Tag: Global Breastfeeding Collective

#Marchis4Nutrition: What if Moms had access to the support needed to reach their breastfeeding goals?

In honor of National Nutrition Month, 1,000 Days is kicking off its annual #Marchis4Nutrition campaign to amplify the critical role the world’s mothers play in nourishing the next generation. During the next 4 weeks, we will be imagining a world in which moms have the support they need to give their children a healthy start to life. This week we’re asking:

What if moms had access to the support needed to reach their breastfeeding goals?

A world in which women receive support to breastfeed is a world in which women and children thrive. Enabling women to breastfeed for as long as they desire would result in less illness and disease, as breastfeeding plays a key protective role for infant health.  Fewer children would die from diarrhea and pneumonia – two of the leading causes of child mortality globally – as well as Sudden Infant Death Syndrome (SIDS)—a leading cause of infant mortality in the U.S. If babies were breastfed early and exclusively for the first 6 months, evidence shows that over 820,000 lives could be saved each year.

And it is not just babies who would benefit from breastfeeding. For every year a mother breastfeeds, she significantly reduces her risk of developing ovarian cancer, invasive breast cancer and heart disease.

“If moms had access to the support needed to reach their breastfeeding goals, they could reduce their risk for certain cancers while providing the optimal nutrition for their children.”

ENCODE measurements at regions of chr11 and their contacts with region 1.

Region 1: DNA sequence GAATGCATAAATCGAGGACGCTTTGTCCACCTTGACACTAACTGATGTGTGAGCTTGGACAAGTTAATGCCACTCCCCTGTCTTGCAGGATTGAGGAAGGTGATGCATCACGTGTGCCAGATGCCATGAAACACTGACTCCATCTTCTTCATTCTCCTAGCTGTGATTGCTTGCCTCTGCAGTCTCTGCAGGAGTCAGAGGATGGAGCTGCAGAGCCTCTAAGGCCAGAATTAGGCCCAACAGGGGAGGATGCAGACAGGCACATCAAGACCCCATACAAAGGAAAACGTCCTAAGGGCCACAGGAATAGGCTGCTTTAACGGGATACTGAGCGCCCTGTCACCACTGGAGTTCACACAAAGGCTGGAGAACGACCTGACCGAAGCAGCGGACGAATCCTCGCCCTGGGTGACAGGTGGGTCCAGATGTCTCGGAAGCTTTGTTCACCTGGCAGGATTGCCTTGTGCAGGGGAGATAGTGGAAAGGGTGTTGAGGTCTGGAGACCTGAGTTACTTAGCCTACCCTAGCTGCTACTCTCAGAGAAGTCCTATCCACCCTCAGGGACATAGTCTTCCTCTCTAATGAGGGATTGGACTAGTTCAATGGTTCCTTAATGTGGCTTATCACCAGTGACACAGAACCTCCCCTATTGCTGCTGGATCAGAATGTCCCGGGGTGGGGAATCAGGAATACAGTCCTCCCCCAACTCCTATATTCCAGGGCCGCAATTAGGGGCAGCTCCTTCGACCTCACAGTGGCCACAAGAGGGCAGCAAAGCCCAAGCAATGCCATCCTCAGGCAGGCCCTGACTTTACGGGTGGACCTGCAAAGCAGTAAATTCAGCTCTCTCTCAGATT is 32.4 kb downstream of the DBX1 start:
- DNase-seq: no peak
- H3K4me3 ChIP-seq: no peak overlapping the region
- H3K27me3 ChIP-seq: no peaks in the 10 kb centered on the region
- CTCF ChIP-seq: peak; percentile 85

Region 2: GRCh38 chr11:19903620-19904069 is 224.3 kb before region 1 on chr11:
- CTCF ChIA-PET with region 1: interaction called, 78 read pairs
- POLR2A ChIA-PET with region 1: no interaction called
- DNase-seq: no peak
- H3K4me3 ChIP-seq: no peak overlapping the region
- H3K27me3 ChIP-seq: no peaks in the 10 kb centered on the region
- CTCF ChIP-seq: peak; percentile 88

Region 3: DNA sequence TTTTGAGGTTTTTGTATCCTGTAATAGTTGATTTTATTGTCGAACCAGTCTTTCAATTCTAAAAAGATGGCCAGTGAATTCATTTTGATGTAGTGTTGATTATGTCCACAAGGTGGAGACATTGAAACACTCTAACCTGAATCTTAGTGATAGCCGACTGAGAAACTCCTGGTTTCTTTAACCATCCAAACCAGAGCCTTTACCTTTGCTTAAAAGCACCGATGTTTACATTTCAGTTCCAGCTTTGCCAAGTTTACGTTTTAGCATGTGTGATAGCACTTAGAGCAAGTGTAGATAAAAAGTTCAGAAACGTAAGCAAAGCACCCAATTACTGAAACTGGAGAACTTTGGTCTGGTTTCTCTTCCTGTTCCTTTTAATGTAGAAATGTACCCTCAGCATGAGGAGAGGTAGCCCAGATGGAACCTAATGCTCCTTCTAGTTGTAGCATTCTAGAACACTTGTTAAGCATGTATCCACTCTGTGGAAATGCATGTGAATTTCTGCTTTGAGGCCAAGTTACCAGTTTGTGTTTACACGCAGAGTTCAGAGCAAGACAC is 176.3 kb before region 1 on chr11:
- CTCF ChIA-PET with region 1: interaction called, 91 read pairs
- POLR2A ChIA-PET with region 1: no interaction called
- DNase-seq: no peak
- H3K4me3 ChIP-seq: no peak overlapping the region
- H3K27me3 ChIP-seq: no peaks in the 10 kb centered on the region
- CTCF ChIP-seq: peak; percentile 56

– Helen Keller International’s ARCH Project

So what will it take for moms to have the support they need? From the outset, women need access to quality healthcare, including skilled breastfeeding counseling. Women need access to job-protected paid time off from work to care for their newborns and to establish breastfeeding. And women need better policies and programs that enable them to start and continue breastfeeding as long as they choose, including breastfeeding education efforts and restrictions on the unethical promotion of infant and toddler formula.

For women and children living in conflict or emergency settings, even more support is needed. Ample privacy and space, psychological counseling and assistance with attachment and positioning are critical. For some mothers, breastfeeding can even help reduce stress. But it means strengthening systems of support to do so.

“Breastfeeding is the natural diet containing all the nutrients a child needs.”
– Nutrition International’s National Program Manager, Dr. Ahsanullah Khan Bhurgri

ALL moms need support to reach their breastfeeding goals. Join the #Marchis4Nutrition conversation on Facebook and Twitter this month and tell us what you think: What does the world look like if moms have the support they needed to reach their breastfeeding goals…?

To learn more about the worldwide support needed for breastfeeding, check out the Global Breastfeeding Collective, a partnership of 20 prominent international agencies and non-governmental organizations, including 1,000 Days and led by UNICEF and WHO.